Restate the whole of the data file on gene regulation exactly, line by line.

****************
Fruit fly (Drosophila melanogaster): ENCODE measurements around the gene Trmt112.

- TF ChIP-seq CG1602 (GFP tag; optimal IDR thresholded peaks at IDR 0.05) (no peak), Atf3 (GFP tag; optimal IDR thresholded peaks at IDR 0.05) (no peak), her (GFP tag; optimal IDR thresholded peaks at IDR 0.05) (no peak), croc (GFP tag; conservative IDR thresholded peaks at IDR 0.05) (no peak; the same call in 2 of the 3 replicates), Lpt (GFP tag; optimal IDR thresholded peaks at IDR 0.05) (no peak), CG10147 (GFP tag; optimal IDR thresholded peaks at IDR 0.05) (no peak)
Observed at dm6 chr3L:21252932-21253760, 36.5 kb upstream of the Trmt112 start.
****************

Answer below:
Fruit fly (Drosophila melanogaster): ENCODE measurements around the gene Trmt112.

- TF ChIP-seq CG1602 (GFP tag; optimal IDR thresholded peaks at IDR 0.05) (no peak), Atf3 (GFP tag; optimal IDR thresholded peaks at IDR 0.05) (no peak), her (GFP tag; optimal IDR thresholded peaks at IDR 0.05) (no peak), croc (GFP tag; conservative IDR thresholded peaks at IDR 0.05) (no peak; the same call in 2 of the 3 replicates), Lpt (GFP tag; optimal IDR thresholded peaks at IDR 0.05) (no peak), CG10147 (GFP tag; optimal IDR thresholded peaks at IDR 0.05) (no peak)
Observed at dm6 chr3L:21252932-21253760, 36.5 kb upstream of the Trmt112 start.